On 3 March 2010, Beyond Distance (funded by the Higher Education Academy) hosted a Podcasting in Assessment Seminar (PANTHER) which was both face-to-face and online. 35 delegates gathered at the University of Leicester to share experience and evidence gathered in the use of podcasts for assessment. 31 delegates from around the world joined in by means of the web classroom software ‘Wimba.’ The blended nature of this seminar gave us the opportunity for some comparison between its face-to-face and online experiences.
Before the seminar started, people came into the room pretty much on time, spoke politely to those sitting nearby, sat down and individually quietly prepared for the seminar. In the Wimba online room, people logged in as much as 45 minutes early, and, using the chat, introduced themselves and talked to each. The online chat was easy-going and often informal. Everyone online could see what every other e-delegate typed into the chatbox, allowing for integrated communication. Pre-seminar communication was therefore more plentiful and inclusive amongst online participants than among face-to-face participants.
During the seminar, people in the physical university room were quiet until invited to submit questions. Online participants, however, were able to comment immediately and ask questions at anytime. Our e-moderator gathered up and submitted questions to the panel at the question time. In the morning session, there were more questions from the online participants than from those face-to-face; in the afternoon, there were more face-to-face questions. However, online participants constantly discussed with each other throughout the seminar, using Wimba chat facility as their ‘back channel’. A few of the participants in the University room had laptops with them and took part online too. These dual-mode delegates acted as bridges between the two environments and engaged in discussion with both groupings. Our impression is that face-to-face participants took more time to get warmed up and inducted into the nature of the sessions, whereas the online participants jumped right in. Also, online participants benefited from the freedom to constantly comment and discuss during the seminar.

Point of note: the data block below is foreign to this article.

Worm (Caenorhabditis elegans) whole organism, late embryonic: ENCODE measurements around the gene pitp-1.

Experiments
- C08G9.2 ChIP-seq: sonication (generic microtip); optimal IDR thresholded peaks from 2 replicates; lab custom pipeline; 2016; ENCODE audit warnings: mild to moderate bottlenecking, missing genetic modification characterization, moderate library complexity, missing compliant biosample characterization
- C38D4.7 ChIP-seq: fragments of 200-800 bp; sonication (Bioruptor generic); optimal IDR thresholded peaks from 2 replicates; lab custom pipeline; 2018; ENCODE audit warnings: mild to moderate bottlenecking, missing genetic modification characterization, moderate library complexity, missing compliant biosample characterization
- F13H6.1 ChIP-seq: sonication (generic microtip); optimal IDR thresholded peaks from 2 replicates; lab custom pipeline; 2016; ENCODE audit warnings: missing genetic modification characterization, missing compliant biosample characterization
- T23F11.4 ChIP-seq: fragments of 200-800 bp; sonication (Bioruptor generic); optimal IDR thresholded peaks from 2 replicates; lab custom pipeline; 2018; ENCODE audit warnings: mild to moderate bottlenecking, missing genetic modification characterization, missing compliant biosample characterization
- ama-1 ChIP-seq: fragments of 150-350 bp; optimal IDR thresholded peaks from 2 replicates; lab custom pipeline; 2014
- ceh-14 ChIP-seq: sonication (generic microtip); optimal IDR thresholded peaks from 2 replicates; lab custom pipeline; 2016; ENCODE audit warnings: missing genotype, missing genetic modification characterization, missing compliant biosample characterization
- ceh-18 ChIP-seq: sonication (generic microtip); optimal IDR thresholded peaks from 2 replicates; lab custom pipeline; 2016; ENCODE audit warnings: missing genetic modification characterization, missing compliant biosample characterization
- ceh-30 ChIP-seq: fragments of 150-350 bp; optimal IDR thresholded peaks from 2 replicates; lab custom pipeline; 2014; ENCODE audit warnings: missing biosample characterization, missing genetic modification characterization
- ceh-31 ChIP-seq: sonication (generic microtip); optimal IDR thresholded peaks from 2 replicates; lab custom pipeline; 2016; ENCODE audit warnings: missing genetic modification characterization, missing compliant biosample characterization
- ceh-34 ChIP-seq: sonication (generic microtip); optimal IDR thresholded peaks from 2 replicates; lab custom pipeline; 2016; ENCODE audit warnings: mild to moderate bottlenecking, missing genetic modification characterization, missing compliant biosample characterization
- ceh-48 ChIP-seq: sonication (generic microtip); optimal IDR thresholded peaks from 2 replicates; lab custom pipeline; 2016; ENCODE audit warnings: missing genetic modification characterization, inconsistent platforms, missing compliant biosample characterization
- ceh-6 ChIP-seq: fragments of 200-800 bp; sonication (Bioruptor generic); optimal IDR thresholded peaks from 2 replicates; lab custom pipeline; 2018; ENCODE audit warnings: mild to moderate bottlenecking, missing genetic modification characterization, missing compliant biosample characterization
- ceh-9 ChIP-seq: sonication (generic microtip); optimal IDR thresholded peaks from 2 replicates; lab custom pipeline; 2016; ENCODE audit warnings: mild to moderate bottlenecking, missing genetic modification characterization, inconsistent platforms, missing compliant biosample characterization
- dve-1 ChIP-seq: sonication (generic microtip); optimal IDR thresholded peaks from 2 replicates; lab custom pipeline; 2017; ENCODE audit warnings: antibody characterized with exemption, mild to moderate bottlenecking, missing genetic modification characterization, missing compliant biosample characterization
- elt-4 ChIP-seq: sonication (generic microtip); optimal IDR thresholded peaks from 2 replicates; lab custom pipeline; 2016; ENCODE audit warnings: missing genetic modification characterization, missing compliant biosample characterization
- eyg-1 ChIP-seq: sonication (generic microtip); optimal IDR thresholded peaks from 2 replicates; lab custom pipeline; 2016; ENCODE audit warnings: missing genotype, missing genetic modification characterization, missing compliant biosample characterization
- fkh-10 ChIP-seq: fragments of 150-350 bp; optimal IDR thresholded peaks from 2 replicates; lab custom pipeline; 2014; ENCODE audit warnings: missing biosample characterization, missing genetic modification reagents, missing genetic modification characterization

At one point in the seminar, participants in the live session were divided into groups and asked to work together to plan and record a podcast episode, and to share it with everyone. Online participants did the same – some in groups, some individually. The resulting files were emailed to us. We received files in a variety of languages and formats including some enhanced podcasts (podcasts with added visuals). It was fascinating to see how varied, creative, and resourceful these submissions were. Once we received these files, we played them for the face-to-face participants and made sure Wimba transmitted them as well, so all participants could hear and see what everyone else had produced.
I would not suggest that all face-to-face, physically based conferences should be replaced by online or virtual conferences. But we have demonstrated that e-conferencing offers special benefits: more and freer discussion, faster engagement with the presentations; access to all other computer- and internet-based resources close at hand during the session, and money, time and carbon saved from avoiding travel.
Terese Bird, Learning Technologist, Beyond Distance Research Alliance